Psychodynamic Therapy began with the psychoanalytic tradition first developed by Freud, Jung, Adler and Sullivan. It has a rich clinical background and in the last 25 years has developed a strong research basis.
As in Cognitive Behavioral Therapy, the relationship with the therapist is a central component of the therapy in Psychodynamic Therapy.
The therapist and patient work together to understand the emotions and core relationship themes of the person as they are expressed in current and past relationships.
By noticing, understanding, interpreting and then re-evaluating these patterns, people develop deep, often lasting change in the way they see themselves and others. For example, depressed persons sometimes believe, at a partly unconscious level, that they do not deserve to be happy like others, or that they will be treated as unworthy by others. Understanding the origins and ways that these patterns are repeated provides insight that can make change possible.
Cognitive-Behavioral Therapy (CBT)
CBT is a form of therapy that is based on the connection between thoughts, behavior and emotions. The “cognitive” part of CBT assumes that certain thinking patterns are more likely to lead to anxiety, depression and many other emotional difficulties.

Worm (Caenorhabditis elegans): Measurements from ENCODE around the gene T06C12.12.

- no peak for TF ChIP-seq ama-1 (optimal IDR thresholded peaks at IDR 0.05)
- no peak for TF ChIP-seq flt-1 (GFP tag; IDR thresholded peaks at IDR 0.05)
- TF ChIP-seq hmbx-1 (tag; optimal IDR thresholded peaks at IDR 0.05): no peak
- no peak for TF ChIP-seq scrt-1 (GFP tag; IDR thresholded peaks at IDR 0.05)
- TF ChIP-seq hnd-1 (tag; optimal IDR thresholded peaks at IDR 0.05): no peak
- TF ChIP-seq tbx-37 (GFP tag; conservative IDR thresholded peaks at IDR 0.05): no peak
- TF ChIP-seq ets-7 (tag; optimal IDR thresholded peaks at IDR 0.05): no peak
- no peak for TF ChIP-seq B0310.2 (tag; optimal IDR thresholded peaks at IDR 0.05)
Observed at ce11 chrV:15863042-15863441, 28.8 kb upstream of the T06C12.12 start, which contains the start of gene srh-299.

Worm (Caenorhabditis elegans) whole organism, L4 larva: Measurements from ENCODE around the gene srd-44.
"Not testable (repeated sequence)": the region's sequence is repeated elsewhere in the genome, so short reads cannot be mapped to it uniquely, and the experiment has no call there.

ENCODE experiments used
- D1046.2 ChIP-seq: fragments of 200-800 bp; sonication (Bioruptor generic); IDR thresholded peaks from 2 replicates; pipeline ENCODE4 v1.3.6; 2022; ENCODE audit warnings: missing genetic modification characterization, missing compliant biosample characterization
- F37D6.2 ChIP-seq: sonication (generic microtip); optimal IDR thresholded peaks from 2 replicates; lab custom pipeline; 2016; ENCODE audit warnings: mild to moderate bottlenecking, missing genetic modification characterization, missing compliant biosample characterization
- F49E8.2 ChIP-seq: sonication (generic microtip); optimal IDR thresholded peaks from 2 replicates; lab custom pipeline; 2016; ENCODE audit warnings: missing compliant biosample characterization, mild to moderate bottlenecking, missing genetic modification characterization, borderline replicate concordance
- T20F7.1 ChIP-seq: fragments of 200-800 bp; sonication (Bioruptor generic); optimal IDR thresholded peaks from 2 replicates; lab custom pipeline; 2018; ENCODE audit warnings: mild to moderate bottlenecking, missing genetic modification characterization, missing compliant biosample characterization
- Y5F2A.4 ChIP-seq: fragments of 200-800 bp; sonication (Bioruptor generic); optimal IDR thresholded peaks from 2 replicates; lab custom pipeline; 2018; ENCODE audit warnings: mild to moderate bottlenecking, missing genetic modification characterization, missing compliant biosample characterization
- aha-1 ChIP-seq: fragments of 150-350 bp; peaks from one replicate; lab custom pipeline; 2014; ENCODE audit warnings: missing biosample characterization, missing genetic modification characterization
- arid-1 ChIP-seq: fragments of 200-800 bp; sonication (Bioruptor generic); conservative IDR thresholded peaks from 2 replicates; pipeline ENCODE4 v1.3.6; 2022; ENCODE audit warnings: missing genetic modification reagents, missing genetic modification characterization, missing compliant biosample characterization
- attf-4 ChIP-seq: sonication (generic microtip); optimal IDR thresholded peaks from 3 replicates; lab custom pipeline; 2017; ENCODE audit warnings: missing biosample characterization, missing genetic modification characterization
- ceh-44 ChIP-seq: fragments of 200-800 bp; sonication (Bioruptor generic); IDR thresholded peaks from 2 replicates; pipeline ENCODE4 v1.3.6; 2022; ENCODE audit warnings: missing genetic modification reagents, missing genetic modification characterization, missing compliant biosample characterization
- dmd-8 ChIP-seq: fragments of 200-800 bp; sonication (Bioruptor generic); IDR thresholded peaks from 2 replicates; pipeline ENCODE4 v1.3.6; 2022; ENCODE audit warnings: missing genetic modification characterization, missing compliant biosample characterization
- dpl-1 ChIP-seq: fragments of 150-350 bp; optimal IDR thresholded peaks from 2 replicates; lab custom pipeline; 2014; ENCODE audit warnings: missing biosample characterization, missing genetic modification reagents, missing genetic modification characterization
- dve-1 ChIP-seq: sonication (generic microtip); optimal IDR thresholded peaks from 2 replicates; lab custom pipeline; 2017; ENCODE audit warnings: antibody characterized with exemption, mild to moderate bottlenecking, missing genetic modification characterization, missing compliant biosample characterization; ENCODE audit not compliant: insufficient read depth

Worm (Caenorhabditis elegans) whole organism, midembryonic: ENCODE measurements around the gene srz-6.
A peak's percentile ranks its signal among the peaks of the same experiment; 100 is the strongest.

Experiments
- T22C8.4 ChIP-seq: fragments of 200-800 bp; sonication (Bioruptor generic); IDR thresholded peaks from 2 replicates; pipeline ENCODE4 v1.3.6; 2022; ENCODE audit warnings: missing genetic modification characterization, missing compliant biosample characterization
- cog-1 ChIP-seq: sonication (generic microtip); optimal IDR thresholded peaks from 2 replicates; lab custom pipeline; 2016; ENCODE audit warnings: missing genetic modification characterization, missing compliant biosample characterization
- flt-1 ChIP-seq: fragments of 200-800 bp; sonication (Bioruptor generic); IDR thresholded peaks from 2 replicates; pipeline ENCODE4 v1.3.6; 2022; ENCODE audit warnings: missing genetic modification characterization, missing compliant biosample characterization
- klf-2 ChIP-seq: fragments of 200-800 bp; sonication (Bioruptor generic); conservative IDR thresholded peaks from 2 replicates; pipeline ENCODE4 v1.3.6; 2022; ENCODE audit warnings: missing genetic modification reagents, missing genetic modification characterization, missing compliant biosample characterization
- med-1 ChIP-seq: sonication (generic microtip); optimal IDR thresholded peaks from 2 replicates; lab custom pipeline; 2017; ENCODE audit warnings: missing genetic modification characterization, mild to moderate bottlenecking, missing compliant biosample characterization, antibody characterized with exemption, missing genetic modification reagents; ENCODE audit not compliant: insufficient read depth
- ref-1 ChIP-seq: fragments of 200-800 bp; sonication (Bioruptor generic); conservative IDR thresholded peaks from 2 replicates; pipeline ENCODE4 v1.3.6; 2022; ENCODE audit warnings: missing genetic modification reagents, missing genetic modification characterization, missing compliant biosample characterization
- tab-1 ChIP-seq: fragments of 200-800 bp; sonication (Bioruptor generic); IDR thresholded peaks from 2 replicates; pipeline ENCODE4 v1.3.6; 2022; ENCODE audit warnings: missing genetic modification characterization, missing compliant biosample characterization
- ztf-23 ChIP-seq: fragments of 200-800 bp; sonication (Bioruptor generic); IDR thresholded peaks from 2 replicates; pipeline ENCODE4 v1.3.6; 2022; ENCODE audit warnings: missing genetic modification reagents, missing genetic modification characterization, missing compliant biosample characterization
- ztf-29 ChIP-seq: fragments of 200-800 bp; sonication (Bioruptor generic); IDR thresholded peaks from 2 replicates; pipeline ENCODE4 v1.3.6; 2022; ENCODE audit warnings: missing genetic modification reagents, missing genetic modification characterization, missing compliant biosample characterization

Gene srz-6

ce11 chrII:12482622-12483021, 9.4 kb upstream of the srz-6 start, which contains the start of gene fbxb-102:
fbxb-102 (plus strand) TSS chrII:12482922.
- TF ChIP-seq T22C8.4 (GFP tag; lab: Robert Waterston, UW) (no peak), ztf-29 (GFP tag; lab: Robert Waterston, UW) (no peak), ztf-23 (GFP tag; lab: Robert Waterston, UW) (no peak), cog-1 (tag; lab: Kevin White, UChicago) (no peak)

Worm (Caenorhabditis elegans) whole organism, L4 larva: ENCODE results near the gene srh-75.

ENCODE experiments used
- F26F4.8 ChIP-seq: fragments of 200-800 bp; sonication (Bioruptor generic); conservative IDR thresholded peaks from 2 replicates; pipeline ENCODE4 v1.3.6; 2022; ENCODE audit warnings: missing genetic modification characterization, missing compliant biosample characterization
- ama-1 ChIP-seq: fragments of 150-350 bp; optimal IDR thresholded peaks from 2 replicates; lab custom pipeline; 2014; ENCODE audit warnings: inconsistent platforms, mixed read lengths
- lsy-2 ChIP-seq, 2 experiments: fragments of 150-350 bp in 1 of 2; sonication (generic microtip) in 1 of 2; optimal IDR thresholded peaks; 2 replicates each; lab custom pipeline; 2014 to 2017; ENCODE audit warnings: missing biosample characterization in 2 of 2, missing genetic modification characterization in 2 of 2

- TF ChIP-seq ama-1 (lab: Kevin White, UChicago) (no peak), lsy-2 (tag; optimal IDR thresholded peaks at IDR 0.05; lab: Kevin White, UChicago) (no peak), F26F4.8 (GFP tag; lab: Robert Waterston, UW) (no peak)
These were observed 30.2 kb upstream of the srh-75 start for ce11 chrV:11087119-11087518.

By learning to recognize these thought patterns in yourself, and how to change them, you will be able to change negative emotional states.
The “behavior” part of CBT seeks to change what you do (behavior patterns) that create or maintain emotional problems.
CBT involves a certain kind of therapy relationship that emphasizes the partnership between therapist and patient.
You will help to decide the goals and how they will be achieved. You will also work actively on your problems, including doing tasks between sessions.
CBT is fairly structured and focused. Patients often come to therapy feeling that they do not know where to start. CBT gives them a clear direction.
CBT is often shorter than other forms of therapy (12 to 24 weeks).